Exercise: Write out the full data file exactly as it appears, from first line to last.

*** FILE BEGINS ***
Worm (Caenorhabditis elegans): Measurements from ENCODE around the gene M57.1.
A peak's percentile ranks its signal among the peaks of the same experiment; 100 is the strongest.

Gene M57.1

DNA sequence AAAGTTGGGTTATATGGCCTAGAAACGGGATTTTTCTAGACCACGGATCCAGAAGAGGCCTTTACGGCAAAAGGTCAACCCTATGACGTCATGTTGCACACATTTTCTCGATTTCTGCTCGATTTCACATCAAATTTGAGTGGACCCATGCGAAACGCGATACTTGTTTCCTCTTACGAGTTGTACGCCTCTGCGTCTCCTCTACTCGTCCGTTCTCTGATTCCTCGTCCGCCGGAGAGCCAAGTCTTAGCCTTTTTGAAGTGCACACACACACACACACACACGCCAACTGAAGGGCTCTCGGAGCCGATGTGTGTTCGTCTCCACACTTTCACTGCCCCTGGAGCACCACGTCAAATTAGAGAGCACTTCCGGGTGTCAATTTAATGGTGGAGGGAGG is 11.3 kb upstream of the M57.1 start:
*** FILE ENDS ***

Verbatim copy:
Worm (Caenorhabditis elegans): Measurements from ENCODE around the gene M57.1.
A peak's percentile ranks its signal among the peaks of the same experiment; 100 is the strongest.

Gene M57.1

DNA sequence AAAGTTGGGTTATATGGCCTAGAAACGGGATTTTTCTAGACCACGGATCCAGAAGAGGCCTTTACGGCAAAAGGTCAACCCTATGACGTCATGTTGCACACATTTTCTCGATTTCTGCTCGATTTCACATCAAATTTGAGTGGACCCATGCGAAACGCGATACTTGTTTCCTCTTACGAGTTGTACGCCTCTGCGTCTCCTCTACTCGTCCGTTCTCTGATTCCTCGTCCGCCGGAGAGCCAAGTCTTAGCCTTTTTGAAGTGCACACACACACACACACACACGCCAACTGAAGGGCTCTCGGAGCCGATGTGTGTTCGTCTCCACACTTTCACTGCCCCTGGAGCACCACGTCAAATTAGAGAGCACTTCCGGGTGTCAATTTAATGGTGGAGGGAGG is 11.3 kb upstream of the M57.1 start: